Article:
If there’s one thing I know about the UAW, it’s that they always try to handle their business without any coercion, intimidation, or threats.

UAW, 1997, General Motors:

SPRING HILL, Tenn. March 7 — In a major embarrassment to United Auto Workers (UAW) union brass, Right to Work attorneys today announced their success in garnering an unfair labor practice complaint from the National Labor Relations Board (NLRB) against the UAW union after organized labor officials used illegal threats in an attempt to coerce and intimidate General Motors workers at the Saturn plant.

The labor board complaint, which names both the UAW International Union and Local 1853, results from a charge, filed by attorneys with the National Right to Work Legal Defense Foundation on behalf of a class of Saturn workers who are victims of an ongoing smear and intimidation campaign launched by
Local 1853 officials
. For targeting workers who dared to dissent, UAW officials will face a trial before a federal labor judge on July 2.

1954, UAW, Kohler strike:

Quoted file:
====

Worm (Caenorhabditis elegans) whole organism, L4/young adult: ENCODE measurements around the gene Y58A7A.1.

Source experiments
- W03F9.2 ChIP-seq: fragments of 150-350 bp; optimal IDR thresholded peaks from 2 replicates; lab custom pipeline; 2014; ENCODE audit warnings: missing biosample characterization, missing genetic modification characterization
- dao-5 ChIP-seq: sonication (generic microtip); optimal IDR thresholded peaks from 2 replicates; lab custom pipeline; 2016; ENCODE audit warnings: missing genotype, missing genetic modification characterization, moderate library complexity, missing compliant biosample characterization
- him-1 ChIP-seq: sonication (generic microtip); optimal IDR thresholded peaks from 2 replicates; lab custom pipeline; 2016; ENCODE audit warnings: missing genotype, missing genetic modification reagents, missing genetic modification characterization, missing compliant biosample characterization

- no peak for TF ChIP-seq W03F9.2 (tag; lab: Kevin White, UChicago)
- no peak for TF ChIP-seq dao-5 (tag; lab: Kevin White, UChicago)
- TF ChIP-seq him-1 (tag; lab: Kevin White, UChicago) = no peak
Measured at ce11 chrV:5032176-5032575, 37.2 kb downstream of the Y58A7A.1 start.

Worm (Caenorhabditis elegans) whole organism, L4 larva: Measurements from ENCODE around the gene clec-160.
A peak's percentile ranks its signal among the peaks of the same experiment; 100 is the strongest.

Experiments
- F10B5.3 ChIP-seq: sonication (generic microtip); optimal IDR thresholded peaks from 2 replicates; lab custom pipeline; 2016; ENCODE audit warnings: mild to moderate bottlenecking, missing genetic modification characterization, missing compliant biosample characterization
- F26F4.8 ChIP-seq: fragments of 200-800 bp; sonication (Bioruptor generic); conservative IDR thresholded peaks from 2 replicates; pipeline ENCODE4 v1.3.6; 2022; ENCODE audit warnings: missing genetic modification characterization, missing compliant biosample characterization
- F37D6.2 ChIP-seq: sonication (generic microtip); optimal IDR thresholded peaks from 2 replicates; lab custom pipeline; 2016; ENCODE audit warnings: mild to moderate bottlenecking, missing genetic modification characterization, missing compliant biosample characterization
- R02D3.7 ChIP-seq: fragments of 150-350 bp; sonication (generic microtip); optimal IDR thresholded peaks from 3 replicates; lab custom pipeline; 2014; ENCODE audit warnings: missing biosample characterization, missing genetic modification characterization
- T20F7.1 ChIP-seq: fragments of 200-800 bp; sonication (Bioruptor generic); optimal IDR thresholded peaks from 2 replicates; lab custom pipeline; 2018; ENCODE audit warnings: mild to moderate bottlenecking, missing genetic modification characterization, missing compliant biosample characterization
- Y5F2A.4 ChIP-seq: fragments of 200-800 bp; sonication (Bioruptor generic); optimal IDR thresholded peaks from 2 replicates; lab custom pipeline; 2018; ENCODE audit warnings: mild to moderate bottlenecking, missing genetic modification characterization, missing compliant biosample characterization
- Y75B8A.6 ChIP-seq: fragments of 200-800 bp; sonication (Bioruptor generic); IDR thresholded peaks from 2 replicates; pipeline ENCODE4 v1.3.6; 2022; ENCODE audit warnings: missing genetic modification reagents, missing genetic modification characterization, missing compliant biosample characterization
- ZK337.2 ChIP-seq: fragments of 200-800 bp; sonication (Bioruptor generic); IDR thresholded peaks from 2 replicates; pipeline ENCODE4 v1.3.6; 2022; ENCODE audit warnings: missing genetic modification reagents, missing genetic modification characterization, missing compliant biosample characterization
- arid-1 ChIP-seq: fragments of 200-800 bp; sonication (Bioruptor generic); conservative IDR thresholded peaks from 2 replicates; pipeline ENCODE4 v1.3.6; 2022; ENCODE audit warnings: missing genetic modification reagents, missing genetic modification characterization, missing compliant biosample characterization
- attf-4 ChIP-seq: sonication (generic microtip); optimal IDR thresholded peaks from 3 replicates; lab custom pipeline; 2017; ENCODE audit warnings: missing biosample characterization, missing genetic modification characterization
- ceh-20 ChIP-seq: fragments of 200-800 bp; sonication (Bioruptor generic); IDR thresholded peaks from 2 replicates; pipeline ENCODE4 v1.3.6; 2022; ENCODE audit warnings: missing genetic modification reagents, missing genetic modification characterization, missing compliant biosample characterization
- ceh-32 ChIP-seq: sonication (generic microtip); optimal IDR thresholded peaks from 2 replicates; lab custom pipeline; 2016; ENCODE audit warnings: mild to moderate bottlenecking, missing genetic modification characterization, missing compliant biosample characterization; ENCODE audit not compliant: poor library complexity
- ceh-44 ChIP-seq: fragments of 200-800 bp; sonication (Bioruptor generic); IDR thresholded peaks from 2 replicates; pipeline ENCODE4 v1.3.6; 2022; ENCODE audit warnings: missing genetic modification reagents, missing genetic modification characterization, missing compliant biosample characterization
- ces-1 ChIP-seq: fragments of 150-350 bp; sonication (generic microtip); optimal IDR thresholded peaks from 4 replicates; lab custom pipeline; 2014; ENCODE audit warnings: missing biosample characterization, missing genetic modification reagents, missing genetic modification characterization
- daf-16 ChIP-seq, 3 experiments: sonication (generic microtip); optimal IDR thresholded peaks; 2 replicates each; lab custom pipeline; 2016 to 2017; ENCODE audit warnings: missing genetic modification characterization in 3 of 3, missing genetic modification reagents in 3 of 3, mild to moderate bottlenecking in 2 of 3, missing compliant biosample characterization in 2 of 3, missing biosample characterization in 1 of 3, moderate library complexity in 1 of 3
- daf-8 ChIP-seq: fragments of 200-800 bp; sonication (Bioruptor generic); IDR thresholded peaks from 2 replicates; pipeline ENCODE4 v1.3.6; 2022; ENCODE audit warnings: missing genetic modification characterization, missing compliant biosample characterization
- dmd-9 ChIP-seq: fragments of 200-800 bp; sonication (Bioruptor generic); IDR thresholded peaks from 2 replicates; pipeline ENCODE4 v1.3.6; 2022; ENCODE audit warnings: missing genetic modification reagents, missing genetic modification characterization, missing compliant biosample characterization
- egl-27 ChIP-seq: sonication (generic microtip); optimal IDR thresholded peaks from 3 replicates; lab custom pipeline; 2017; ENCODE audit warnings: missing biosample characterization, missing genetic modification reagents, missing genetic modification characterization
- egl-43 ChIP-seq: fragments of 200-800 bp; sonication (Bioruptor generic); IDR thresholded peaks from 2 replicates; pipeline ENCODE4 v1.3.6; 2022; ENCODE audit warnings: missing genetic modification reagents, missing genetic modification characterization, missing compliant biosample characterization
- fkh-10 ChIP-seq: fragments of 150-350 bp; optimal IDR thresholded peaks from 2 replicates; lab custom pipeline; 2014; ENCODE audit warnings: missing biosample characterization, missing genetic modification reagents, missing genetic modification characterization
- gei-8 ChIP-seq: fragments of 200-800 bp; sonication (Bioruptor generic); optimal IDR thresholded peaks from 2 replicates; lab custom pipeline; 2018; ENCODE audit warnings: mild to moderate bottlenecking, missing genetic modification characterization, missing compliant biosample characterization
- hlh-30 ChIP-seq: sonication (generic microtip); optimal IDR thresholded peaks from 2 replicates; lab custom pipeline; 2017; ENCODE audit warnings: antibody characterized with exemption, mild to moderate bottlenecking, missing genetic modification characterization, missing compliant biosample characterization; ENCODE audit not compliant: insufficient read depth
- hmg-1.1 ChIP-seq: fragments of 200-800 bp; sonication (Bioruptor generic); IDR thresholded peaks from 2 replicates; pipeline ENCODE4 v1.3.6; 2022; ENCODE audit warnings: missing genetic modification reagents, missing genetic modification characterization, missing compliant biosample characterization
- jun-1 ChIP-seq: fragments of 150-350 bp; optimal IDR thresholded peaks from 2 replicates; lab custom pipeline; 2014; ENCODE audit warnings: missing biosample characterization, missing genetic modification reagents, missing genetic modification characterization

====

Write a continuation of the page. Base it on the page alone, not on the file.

Six years of sporadic violence ensued between strikers and strike breakers. In time, the company would charge opponents with more than a thousand acts of vandalism. At one point, more than 300 people were arrested. Calls for a national boycott of Kohler products were vociferous and sometimes effective. Strikers were able to continue their often violent activities because of some $12 million provided by the UAW.

UAW, 2012, Nissan:

What does UAW bullying look like? In 2011, Mr. King threatened that he would label automakers that resisted his card check scheme as human rights violators. Thus, plants who attempt to protect the privacy of their workers through secret ballots face unwarranted attacks on their reputations for disregarding UAW’s Principles for Fair Union Elections.

When the bullies dishonestly whine about being bullied, it needs to be pointed out. Thanks to Dana for pointing this out and doing the research to do so.


Perennially Dishonest L.A. Times Writer Michael Hiltzik: The CBO Report Saying 500,000 People Will Lose Jobs From an Increase in the Minimum Wage Is a Slam Dunk for Increasing the Minimum Wage

Filed under: General — Patterico @ 10:25 pm

Typical dishonesty from a dishonest writer. Here’s Hiltzik:

Here are the main points. See if you can guess which one has gotten the most headline play in the news.
1. Wages would rise for 16.5 million workers.
2. Income for families living below the poverty line would rise by a combined $5 billion, and by $12 billion for those earning less than three times the poverty level.